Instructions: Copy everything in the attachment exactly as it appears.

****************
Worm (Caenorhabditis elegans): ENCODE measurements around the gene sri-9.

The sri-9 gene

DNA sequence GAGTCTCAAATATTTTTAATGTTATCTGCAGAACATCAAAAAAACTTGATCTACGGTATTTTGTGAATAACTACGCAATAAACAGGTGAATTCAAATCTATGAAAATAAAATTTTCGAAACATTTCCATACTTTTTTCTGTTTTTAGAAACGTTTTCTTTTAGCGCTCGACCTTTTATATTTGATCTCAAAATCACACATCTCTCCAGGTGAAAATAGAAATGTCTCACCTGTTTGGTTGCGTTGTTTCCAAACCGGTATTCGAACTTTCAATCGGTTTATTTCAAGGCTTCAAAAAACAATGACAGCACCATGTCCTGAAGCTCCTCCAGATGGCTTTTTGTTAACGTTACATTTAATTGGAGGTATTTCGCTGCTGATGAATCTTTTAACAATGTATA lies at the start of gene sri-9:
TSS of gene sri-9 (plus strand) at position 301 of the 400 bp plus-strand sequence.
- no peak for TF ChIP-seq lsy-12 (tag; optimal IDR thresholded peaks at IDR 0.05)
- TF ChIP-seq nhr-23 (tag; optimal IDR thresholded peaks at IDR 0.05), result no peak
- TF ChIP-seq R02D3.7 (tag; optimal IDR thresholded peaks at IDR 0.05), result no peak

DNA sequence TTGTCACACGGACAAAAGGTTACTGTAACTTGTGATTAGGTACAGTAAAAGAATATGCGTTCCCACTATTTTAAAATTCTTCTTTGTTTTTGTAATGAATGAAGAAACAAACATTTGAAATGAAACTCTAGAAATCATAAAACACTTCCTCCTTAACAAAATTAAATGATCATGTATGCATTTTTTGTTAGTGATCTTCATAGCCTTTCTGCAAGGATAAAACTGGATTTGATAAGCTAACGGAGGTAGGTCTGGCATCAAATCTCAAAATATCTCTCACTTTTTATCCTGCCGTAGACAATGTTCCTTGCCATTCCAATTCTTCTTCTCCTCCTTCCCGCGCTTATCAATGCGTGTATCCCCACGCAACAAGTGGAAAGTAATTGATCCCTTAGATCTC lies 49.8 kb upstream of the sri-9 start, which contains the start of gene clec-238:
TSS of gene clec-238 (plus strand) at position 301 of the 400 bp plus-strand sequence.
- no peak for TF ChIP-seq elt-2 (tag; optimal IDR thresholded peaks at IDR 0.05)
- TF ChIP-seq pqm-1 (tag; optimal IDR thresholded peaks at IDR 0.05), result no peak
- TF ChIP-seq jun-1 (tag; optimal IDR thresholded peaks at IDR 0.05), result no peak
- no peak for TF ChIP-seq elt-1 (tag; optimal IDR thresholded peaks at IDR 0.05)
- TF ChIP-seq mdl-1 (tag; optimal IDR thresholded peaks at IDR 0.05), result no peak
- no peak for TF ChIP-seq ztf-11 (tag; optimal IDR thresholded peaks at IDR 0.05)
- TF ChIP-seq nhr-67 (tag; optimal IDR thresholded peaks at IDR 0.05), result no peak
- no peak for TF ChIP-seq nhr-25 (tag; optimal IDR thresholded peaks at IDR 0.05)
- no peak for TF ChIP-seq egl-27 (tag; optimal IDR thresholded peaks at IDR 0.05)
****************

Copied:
Worm (Caenorhabditis elegans): ENCODE measurements around the gene sri-9.

The sri-9 gene

DNA sequence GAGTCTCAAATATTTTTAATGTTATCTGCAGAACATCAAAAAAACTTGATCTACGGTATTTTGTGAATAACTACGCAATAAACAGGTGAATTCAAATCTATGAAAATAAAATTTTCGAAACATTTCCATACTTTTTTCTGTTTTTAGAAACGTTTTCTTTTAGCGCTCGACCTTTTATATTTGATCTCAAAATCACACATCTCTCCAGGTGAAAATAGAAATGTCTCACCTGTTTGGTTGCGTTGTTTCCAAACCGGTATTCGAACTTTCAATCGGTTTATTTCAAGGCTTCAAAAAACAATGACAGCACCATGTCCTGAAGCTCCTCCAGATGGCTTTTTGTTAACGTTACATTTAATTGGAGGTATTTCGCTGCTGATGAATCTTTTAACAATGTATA lies at the start of gene sri-9:
TSS of gene sri-9 (plus strand) at position 301 of the 400 bp plus-strand sequence.
- no peak for TF ChIP-seq lsy-12 (tag; optimal IDR thresholded peaks at IDR 0.05)
- TF ChIP-seq nhr-23 (tag; optimal IDR thresholded peaks at IDR 0.05), result no peak
- TF ChIP-seq R02D3.7 (tag; optimal IDR thresholded peaks at IDR 0.05), result no peak

DNA sequence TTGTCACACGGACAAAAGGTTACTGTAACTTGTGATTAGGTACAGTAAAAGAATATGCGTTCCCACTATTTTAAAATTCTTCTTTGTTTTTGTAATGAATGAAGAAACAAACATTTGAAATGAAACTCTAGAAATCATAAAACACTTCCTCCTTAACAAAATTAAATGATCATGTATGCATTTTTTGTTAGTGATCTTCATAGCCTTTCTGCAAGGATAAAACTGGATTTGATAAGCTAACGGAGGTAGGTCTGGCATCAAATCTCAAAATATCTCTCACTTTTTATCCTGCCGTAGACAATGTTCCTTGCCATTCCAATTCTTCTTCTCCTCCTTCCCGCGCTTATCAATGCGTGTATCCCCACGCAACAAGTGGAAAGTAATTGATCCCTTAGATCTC lies 49.8 kb upstream of the sri-9 start, which contains the start of gene clec-238:
TSS of gene clec-238 (plus strand) at position 301 of the 400 bp plus-strand sequence.
- no peak for TF ChIP-seq elt-2 (tag; optimal IDR thresholded peaks at IDR 0.05)
- TF ChIP-seq pqm-1 (tag; optimal IDR thresholded peaks at IDR 0.05), result no peak
- TF ChIP-seq jun-1 (tag; optimal IDR thresholded peaks at IDR 0.05), result no peak
- no peak for TF ChIP-seq elt-1 (tag; optimal IDR thresholded peaks at IDR 0.05)
- TF ChIP-seq mdl-1 (tag; optimal IDR thresholded peaks at IDR 0.05), result no peak
- no peak for TF ChIP-seq ztf-11 (tag; optimal IDR thresholded peaks at IDR 0.05)
- TF ChIP-seq nhr-67 (tag; optimal IDR thresholded peaks at IDR 0.05), result no peak
- no peak for TF ChIP-seq nhr-25 (tag; optimal IDR thresholded peaks at IDR 0.05)
- no peak for TF ChIP-seq egl-27 (tag; optimal IDR thresholded peaks at IDR 0.05)